One player who escaped my stat-based sweep whose offense has not been up to snuff — at least in the three-year picture — is Dominic Smith, as if the Mets needed another DH candidate. After struggling mightily in his limited opportunities in 2017-18 (78 wRC+ in 332 PA, plus -9 DRS and -5.5 UZR in limited time at first base and the outfield corners), Smith hit a very respectable .282/.355/.525 (133 wRC+) in 197 PA last year, though Pete Alonso’s Rookie of the Year-winning campaign made it clear that regular first base duty is out of the question. Smith’s numbers in limited duty in the outfield corners established that he’s not an outfielder, either, but as noted above, he’ll have plenty of competition for playing time in a DH scenario. We haven’t even accounted for the return of Yoenis Céspedes, who hasn’t played since July 20, 2018 (his only game since May 13 of that year) due to ankle and heel injuries. His 2016-18 numbers in the outfield (-6 DRS and -5.7 UZR) are distorted by his last foray in center field in the first of those seasons, but it seems likely that the 34-year-old slugger’s legs aren’t what they used to be, and so he’s in the Mets’ logjam as well. Good luck to rookie manager Luis Rojas sorting all that out.

What this admittedly imperfect exercise shows is that the number of established National League players whose defense is clearly lousy enough to merit DH duty isn’t that large, though my use of three-year numbers may paper over trends suggesting more abrupt fall-offs. And I haven’t even attempted to account for the more solid defenders and better overall players who might be steered to the position in the longer run, the Goldschmidts and Vottos and Poseys (oh my) whose bats — and contracts — may carry them further than many of the players above. If the universal DH is truly here to stay, there will be ample time to discuss them, but for now, we’ll have to be content with watching how NL teams take to staffing the position.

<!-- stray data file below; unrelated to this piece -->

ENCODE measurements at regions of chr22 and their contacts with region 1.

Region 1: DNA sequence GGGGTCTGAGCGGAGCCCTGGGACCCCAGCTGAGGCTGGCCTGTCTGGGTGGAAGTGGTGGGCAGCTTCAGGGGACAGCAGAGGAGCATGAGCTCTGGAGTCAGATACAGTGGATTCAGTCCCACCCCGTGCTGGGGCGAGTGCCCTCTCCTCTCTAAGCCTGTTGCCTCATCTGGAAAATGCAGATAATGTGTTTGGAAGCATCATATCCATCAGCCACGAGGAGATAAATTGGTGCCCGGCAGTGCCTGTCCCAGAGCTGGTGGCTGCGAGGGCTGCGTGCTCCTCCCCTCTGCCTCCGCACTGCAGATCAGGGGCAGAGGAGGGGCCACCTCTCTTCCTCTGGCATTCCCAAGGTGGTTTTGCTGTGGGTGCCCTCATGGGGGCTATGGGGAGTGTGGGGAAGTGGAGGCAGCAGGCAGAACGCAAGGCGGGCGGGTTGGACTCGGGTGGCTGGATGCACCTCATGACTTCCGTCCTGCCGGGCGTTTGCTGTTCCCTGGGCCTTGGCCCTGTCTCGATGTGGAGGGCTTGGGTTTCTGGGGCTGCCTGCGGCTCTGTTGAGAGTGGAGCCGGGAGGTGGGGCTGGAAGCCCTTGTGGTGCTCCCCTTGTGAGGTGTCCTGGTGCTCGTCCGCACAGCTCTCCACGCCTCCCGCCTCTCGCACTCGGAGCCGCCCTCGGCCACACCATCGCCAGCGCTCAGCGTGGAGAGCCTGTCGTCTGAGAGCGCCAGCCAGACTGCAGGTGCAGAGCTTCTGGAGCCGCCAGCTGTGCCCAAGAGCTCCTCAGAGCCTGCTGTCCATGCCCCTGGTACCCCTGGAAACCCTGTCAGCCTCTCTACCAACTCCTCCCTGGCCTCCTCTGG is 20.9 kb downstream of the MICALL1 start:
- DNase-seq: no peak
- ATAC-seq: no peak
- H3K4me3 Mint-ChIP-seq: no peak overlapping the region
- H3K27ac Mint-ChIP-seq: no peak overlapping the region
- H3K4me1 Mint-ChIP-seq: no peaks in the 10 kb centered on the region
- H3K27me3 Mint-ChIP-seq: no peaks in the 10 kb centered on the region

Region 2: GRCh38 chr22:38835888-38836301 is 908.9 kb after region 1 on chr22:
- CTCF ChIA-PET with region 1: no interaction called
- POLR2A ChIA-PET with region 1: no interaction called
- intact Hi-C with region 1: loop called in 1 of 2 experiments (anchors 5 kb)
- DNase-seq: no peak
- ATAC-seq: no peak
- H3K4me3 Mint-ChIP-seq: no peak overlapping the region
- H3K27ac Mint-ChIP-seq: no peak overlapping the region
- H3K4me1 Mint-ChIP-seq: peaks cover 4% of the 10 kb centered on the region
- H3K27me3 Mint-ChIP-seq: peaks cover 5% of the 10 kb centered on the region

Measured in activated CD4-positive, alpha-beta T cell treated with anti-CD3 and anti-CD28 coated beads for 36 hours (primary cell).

Brooklyn-based Jay Jaffe is a senior writer for FanGraphs, the author of The Cooperstown Casebook (Thomas Dunne Books, 2017) and the creator of the JAWS (Jaffe WAR Score) metric for Hall of Fame analysis. He founded the Futility Infielder website (2001), was a columnist for Baseball Prospectus (2005-2012) and a contributing writer for Sports Illustrated (2012-2018). He has been a recurring guest on MLB Network and a member of the BBWAA since 2011. Follow him on Twitter @jay_jaffe... and Mastodon @jay_jaffe.

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2 years ago

I am adamantly against the DH, can’t stand it, hate it. But if I was forced as a manager to use it I would take advantage of it as a rotating spot. Someone new each day would be there. Your 8 regular fielders would get an automatic day off in the field, but still bat, and use it to get those bench guys time in the lineup to keep them fresh.

2 years ago
Reply to  bluerum29

Please count me as the first to say I’m so glad you don’t make meaningful baseball decisions for my favorite or any major league team!

2 years ago
Reply to  Moate

So just sticking a hitter in there that can’t play the field well is better than being strategic about who you put in there each day?

2 years ago
Reply to  bluerum29

I agree on a rotation, but not necessarily getting everyone in there. Some guys are better suited for the role than others. A platoon situation makes more sense to me. I’m a Padres fan, so I’d like to see Tommy Pham’s bat in the lineup pretty much every day but let him rest the glove. Depending on the other pieces involved I could see him making 30-50% of his starts as the DH. Veteran hitters like Brian Dozier make some sense as well.